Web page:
How Much Student Loan Debt is Too Much?
3 min read
Posted on November 22, 2021
Millions of Americans are struggling under the weight of student loan debt. By mid-2021, the outstanding amount of student loan debt owed in the U.S. was more than $1.7 trillion, as reported by the Federal Reserve. About 45 million Americans have student loan debt, according to an article in Forbes Magazine. If you have student loan debt, obviously you are not alone. Many people rely on student loans to pay for college and would not otherwise be able to attend or complete their degrees.
Is $50,000 in Student Loan Debt Too Much?
According to EducationData.org, student loan borrowers are in debt by an average of $39,350. So, if you have $50,000 in student loan debt, you owe more than the national average among borrowers.
How much student loan debt is too much depends on your payment, income, living expenses, and other debts. In general, your student loan payments should equal no more than about 10% of your gross monthly income, according to the Consumer Finance Protection Bureau.
For example, if your rate is 5% on a $50,000 student loan with a 10-year term, your payments will be around $530 per month for 120 months. To afford your payments without being overburdened, your salary should be at least $63,600 per year ($5,300 gross monthly income) If you live in an area with a high cost-of-living, your student loan payments might need to be kept at a lower percentage of your gross monthly income.
Depending on your income and other debts, buying a house with student debt might also be difficult. Mortgage lenders generally look for people with modest debt-to-income (DTI) ratios, according to Fannie Mae. If your total debt, including your student loans and proposed mortgage payment, equals more than 36%, you could have trouble being approved for a conventional mortgage. There are cases, however, where your DTI can go as high as 45% if you have excellent credit and substantial cash reserves. Of course, you should always be careful before taking on too much debt.
How Much Will It Cost to Repay with Interest?
How much it will cost to repay a $50,000 student loan debt with interest will depend on your interest rate. Using the example above with a 10-year term at 5%, the total cost of a $50,000 student loan would be $63,639. This means that you would pay $13,639 in interest on top of the $50,000 that you borrowed. Ten years is a common repayment term for federal student loans, according to the U.S. Department of Education.
If your interest rate is higher, you will pay more over the life of your loan. If it’s lower, you’ll pay less. However, this example assumes that you’ll make all of your payments on time. If you don’t, according to the Department of Education, your interest may capitalize, meaning unpaid interest will be added to your principal balance and then, interest will be charged on top of that. In other words, you will be charged interest on your new higher balance.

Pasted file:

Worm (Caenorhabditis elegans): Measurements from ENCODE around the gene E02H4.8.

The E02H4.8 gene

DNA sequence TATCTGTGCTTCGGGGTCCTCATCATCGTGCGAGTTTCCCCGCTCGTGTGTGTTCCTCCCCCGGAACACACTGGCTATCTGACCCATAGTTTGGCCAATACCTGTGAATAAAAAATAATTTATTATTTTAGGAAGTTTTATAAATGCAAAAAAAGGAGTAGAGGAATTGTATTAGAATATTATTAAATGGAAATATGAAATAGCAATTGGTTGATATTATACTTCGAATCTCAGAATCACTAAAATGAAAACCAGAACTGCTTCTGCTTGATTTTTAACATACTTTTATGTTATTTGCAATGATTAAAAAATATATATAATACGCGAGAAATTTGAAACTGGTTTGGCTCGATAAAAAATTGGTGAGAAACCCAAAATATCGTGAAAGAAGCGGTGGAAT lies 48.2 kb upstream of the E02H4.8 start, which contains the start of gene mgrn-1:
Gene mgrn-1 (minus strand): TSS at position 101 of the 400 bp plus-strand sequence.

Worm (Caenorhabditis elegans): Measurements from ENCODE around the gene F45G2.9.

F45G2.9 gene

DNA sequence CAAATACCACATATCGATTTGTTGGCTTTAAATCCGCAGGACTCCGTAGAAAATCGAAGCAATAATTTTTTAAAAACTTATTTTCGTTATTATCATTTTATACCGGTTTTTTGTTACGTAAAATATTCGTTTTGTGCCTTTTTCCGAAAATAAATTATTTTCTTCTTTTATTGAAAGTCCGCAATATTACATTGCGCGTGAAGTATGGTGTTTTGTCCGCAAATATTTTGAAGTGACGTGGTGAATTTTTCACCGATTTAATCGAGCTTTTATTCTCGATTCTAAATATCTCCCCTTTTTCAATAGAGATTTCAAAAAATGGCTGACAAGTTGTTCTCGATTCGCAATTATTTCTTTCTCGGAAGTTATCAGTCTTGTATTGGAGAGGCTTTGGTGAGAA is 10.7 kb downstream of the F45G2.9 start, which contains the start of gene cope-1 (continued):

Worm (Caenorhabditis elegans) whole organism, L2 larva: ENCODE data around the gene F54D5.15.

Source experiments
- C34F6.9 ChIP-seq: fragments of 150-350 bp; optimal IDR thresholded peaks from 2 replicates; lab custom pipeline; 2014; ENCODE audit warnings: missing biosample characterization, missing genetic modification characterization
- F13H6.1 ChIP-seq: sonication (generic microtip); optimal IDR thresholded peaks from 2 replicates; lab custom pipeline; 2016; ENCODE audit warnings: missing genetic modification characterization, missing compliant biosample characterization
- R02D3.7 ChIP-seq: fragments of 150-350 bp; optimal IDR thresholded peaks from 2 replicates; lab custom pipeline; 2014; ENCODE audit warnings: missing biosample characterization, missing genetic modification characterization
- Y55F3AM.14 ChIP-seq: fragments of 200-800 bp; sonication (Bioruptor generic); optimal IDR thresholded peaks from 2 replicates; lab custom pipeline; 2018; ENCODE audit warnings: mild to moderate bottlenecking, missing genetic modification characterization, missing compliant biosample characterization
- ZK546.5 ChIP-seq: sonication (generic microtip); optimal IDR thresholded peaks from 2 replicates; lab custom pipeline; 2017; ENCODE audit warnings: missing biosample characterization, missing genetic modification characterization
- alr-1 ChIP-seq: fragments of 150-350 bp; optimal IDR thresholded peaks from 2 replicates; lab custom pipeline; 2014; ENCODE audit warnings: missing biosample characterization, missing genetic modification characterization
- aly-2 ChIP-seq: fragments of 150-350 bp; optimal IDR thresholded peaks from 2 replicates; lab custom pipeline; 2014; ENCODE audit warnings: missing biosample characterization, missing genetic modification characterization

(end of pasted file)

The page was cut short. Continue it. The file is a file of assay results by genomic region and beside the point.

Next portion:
Similarly, if your loan is unsubsidized by the federal government, any interest that accrued while it was in deferment will also capitalize once your deferment period ends. This in turn could increase your principal and the total amount you will have to pay over the life of your student loan.
Is It Worth Refinancing for a Rate That is 0.25% Less?
Refinancing your student loan could be a good option to pay it off faster and may reduce how much you pay over its term. While a fraction of a percentage point reduction may not seem like a lot, it could result in you paying less over the life of your loan.
Using the example above, refinancing a $50,000 loan with a current interest rate of 5% to 4.75% over 10 years means that your new loan will cost $62,909 (the APR would be 4.75%, finance charge $12,909, and 120 monthly payments of $524.24). This means you would save $730 over 10 years.
In today’s environment, interest rates range between 3.73% and 6.28% for federal student loans and between 2.25% and 12% to refinance with private lenders. With private lenders, borrowers who are the most creditworthy and willing to make automatic payments typically receive the best rates, according to EducationData.org.
If you’re thinking about refinancing with a private lender, more than 80% of borrowers who refinanced through Splash Financial received a rate lower than 4.27%. If this interests you, click the button below to explore your options.
The information provided in this blog post is not intended to provide legal, financial or tax advice. We recommend consulting with a financial adviser before making a major financial decision.